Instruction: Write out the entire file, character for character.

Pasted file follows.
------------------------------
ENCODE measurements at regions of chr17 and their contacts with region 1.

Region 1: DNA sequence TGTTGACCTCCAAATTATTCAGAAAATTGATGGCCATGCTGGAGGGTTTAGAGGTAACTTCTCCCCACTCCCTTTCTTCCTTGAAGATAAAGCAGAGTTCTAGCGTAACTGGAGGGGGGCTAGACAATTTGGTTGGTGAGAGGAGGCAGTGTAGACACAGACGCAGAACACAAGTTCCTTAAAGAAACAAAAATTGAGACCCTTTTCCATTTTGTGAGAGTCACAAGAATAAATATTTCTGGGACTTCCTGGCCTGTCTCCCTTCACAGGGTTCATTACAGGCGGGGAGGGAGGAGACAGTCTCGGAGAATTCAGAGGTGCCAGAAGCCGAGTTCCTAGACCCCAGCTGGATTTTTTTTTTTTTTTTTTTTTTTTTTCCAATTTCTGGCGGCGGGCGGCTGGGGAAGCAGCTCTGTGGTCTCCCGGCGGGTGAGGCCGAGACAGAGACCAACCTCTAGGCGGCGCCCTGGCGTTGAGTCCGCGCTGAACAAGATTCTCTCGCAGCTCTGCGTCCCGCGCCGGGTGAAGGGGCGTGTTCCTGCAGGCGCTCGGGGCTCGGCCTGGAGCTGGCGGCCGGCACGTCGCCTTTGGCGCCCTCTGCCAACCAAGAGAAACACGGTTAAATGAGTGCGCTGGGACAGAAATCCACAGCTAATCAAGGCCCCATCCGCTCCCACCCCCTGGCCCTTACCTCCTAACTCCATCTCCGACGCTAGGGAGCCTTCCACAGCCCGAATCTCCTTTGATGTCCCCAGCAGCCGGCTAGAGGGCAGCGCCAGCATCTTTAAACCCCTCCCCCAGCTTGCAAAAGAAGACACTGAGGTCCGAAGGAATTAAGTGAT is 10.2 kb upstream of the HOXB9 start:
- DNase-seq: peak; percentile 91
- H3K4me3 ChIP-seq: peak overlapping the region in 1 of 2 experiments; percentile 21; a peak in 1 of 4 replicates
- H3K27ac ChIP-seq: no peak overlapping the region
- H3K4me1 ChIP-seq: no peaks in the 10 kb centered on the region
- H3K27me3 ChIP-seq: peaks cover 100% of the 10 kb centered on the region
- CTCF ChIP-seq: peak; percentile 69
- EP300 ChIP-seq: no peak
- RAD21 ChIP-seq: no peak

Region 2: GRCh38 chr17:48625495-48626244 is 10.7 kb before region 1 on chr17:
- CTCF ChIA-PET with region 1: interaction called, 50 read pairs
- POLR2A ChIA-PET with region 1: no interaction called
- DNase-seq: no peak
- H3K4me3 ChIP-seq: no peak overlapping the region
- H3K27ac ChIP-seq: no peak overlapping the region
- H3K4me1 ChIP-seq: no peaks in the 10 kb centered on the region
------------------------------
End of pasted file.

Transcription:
ENCODE measurements at regions of chr17 and their contacts with region 1.

Region 1: DNA sequence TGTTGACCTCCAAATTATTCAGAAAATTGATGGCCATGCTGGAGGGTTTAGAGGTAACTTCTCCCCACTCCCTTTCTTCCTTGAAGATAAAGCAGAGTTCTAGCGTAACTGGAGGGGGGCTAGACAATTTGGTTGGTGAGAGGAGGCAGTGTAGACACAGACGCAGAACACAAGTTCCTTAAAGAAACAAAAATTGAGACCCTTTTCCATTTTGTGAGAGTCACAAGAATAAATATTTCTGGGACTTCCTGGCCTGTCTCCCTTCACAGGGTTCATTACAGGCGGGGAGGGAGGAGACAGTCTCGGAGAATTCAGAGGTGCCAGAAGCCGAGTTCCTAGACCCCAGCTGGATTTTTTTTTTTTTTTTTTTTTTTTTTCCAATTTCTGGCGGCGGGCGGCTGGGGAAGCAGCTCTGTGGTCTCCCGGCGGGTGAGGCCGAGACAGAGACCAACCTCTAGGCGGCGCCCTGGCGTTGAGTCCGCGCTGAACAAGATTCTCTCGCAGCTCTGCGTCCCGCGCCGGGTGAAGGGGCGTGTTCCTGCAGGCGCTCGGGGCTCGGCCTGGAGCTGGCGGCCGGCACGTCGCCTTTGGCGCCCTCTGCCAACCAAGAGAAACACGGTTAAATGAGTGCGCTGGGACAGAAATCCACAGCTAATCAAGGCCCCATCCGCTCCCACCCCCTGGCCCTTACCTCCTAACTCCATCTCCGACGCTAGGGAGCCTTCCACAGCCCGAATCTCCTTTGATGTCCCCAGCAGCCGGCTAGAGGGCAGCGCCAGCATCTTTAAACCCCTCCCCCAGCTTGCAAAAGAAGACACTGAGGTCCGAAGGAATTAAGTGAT is 10.2 kb upstream of the HOXB9 start:
- DNase-seq: peak; percentile 91
- H3K4me3 ChIP-seq: peak overlapping the region in 1 of 2 experiments; percentile 21; a peak in 1 of 4 replicates
- H3K27ac ChIP-seq: no peak overlapping the region
- H3K4me1 ChIP-seq: no peaks in the 10 kb centered on the region
- H3K27me3 ChIP-seq: peaks cover 100% of the 10 kb centered on the region
- CTCF ChIP-seq: peak; percentile 69
- EP300 ChIP-seq: no peak
- RAD21 ChIP-seq: no peak

Region 2: GRCh38 chr17:48625495-48626244 is 10.7 kb before region 1 on chr17:
- CTCF ChIA-PET with region 1: interaction called, 50 read pairs
- POLR2A ChIA-PET with region 1: no interaction called
- DNase-seq: no peak
- H3K4me3 ChIP-seq: no peak overlapping the region
- H3K27ac ChIP-seq: no peak overlapping the region
- H3K4me1 ChIP-seq: no peaks in the 10 kb centered on the region